Working for Free, for Profit, and Sometimes for Fun at the Local County Fair
There were several constants to my childhood summers. I turned a year older every July, I went swimming nearly every day, and the local county fair ran for ten days from the end of July through the beginning of August. My church had a food booth in between a local Methodist church and the Old Trails Lions Club, which I remember best because they served ice cream cones.
By the time I was in middle school, I was a regular food booth volunteer. For the first couple of years, I loved working there. Kids manned the front windows, taking food orders, while older teens and adults handled cooking and food prep. Our system of yelling out orders could be a bit chaotic, but I loved being bossy.
After I got a little older, I moved on to making pizzas and working the fryers, and more responsibility was exactly what I wanted. When we weren’t busy, the booth was the perfect place for people-watching and when I saw someone I knew walking by, I’d call out their name so they could come over and say hi. There was always food to munch on and pop music blasting on the radio. If I ever got bored, I’d tell my mom or another adult that I was going on a quick walk and slip away for fifteen minutes to wander the fair. There was always something to see — animals, arts and crafts, giant vegetables. The food booth was work, but not work.
Of course, working the food booth was fun because I hadn’t actually worked yet. It was felt like work, because it could be, but unlike work, I had no real obligations. I could still leave when I wanted and although I had some responsibility, it was clear that all of the real responsibility belonged to the adults. I’m sure they were exhausted, but I didn’t think about it too deeply at the time. They were much better about not complaining than I was.
My feelings about the fair changed by the time I got to high school. The fun of working for free had worn off. My clothes always smelled like fried dough and I couldn’t go a day without getting pizza sauce on me. The busy dinner rushes would stress me out. There were also complicated feelings towards my hometown as well. The area is one of the poorest counties in Pennsylvania with a not-great reputation for drugs and crime. Even a recent article on Frank Lloyd Wright’s Fallingwater in The New York Times described the area as a “rolling landscape littered with a backcountry potpourri of churches, crumbling barns, gun shops and fast-food restaurants.”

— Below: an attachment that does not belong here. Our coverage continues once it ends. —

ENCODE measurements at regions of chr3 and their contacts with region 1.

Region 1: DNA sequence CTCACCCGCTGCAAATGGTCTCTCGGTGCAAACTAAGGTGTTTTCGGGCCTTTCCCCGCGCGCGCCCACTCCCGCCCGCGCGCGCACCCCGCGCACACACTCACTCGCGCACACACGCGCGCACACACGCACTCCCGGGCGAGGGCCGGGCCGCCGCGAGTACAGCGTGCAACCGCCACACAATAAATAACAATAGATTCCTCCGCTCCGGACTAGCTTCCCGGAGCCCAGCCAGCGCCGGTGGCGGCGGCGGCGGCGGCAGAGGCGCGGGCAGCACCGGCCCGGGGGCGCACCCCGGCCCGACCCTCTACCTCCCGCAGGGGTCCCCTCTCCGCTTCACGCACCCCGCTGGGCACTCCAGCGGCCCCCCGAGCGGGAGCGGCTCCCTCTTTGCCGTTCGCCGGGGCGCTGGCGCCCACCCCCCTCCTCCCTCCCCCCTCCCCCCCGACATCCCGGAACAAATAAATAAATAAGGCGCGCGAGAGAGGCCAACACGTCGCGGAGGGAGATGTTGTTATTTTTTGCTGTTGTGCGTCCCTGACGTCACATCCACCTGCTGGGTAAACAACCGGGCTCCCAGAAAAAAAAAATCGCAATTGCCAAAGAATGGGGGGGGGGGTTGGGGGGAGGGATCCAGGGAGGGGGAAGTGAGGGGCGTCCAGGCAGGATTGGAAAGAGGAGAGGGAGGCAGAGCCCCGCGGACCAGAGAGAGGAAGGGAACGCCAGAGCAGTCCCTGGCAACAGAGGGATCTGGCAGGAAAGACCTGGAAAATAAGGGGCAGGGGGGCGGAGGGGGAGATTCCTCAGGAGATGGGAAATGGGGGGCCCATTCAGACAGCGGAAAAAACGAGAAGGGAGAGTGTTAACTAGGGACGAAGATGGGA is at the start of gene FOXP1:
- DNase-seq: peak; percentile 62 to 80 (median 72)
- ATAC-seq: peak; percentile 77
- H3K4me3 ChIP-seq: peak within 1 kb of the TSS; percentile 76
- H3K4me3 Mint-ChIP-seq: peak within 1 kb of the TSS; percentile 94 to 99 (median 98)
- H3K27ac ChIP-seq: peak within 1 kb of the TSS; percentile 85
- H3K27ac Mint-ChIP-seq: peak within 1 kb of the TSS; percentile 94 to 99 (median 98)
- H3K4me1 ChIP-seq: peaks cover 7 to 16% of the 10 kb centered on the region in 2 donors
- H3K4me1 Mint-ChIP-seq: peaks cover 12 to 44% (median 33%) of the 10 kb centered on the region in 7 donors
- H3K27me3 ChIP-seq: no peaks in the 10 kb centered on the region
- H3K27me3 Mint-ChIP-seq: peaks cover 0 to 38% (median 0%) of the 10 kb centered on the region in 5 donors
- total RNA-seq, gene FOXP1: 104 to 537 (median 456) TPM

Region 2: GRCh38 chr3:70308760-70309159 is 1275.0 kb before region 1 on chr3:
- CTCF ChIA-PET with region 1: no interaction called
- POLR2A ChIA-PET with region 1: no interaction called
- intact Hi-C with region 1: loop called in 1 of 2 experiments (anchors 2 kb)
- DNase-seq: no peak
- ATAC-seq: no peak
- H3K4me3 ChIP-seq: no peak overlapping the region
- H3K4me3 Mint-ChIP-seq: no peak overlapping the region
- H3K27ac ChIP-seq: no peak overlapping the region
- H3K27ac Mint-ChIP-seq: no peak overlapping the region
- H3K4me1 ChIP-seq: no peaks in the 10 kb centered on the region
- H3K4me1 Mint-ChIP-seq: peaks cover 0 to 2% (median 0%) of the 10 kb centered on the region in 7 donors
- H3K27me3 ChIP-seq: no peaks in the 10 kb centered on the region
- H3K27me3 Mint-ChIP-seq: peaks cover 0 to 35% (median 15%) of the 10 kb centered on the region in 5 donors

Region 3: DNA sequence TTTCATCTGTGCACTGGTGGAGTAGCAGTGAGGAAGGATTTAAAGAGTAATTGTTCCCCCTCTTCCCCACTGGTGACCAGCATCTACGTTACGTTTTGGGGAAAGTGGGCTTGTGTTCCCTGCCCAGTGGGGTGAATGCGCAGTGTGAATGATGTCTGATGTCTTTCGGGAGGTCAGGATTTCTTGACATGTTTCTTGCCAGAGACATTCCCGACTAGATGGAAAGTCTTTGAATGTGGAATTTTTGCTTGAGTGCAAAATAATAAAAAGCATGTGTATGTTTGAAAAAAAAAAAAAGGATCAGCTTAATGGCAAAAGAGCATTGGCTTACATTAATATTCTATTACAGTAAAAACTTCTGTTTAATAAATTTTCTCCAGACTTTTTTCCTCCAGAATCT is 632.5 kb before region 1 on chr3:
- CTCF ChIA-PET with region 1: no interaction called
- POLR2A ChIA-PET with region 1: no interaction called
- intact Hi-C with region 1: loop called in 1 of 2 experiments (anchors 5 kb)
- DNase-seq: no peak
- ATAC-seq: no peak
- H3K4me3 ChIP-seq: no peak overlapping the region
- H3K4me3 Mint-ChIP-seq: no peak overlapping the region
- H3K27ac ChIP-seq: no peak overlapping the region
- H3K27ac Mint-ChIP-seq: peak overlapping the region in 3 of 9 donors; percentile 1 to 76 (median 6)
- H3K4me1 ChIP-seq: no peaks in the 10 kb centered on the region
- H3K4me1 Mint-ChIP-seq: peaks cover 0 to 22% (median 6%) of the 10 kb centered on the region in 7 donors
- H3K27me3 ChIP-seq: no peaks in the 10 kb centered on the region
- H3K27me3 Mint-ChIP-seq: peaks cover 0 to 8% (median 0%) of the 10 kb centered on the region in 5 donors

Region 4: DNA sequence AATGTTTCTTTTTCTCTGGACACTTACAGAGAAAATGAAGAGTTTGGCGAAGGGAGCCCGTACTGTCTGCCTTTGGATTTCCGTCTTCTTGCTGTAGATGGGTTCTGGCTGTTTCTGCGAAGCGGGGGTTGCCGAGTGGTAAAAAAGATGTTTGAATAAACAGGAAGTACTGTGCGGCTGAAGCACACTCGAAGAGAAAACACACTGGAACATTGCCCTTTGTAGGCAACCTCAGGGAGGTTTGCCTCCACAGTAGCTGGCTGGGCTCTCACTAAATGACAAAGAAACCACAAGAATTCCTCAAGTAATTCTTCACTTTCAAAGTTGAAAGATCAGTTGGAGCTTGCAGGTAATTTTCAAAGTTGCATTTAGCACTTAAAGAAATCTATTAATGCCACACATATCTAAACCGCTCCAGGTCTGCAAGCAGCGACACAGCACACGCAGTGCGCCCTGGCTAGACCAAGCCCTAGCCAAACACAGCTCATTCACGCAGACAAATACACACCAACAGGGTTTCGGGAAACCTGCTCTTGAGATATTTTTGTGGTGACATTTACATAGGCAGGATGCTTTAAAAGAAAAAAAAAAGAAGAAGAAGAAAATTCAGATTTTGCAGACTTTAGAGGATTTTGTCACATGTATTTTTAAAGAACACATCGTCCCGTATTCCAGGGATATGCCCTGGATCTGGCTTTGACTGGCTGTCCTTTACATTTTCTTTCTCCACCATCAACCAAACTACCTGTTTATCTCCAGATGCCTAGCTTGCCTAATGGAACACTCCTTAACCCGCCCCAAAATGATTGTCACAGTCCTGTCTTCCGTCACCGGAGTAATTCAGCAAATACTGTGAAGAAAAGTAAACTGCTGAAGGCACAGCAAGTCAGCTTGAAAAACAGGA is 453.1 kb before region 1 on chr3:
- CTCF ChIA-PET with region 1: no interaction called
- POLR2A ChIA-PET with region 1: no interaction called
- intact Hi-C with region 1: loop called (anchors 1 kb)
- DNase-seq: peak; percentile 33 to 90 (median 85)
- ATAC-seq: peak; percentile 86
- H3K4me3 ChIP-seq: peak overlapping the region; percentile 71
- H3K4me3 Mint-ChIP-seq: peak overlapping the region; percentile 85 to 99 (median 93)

By the time I was a teenager, my interests were drifting away from what the environment around me had to offer. I could care less about demolition derbies or country music, but I pretended like I did at fair time to fit in. I wished I lived closer to Pittsburgh, the nearest big city, instead of the rural suburbs.
I applied to work at the fair the summer before my junior year of high school. I figured if I was going to have to go to the fair, I might as well get paid for it. My friend Jess from chorus had spent the previous two summers as part of the sanitation department. From the booth, I saw her riding around in a golf cart, stopping occasionally to haul trash bags in the back. I didn’t really want garbage duty, but getting paid $5.15 an hour was better than nothing.
Instead, I got hired as a ticket seller, and it was the best job I’ve ever had. I knew it at the time too. I was so grateful to spend the ten days wearing a yellow polo shirt and sitting in the shade instead of flinging around trash or sweating in front of a pizza oven. There were four entrances to the fairgrounds (main, amusement, commercial, and livestock) and the majority of my time was spent at the commercial entrance. Most of the people who came in through that entrance had a table or small section advertising their business, so they came in the morning and stayed all day. Few new cars parked in our area, meaning I rarely had to sell any tickets.
Most of the other ticket sellers thought working at the commercial entrance was boring. It was, and I read two Stephen King books while working there. It was so great. Maybe now I would spend it on my phone, but at the time, I knew I was lucky to get paid to read. It ended up being the only summer I spent working at the fair. I was already tied up in a part-time job by the next summer. I volunteered a couple more times at the food booth until I moved away.
As much as I would have rather spent my summer doing anything else, I’ve come to cherish my fair memories, especially at the food booth. I got closer with kids from my youth group, fellow Catholic school kids, public school kids I barely knew. It gave me good stories and provided an anchor to the end of my summer. No matter what else happened, I knew I’d spend those ten days at the county fair. It taught me responsibility, teamwork, and cooperation. It brought into my life people that I wouldn’t have met otherwise.
Whatever my weird feelings I have for where I’m from, it’s my background, my hometown, like it or not. Sometimes I even feel protective of where I’m from in a way that I would have never predicted when I was younger. I can still find an appreciation for it, even if I’m not a big fan of tractor pulls.
Andrea Laurion is a writer from Pittsburgh. Her favorite fair memory was the year she won a pony.
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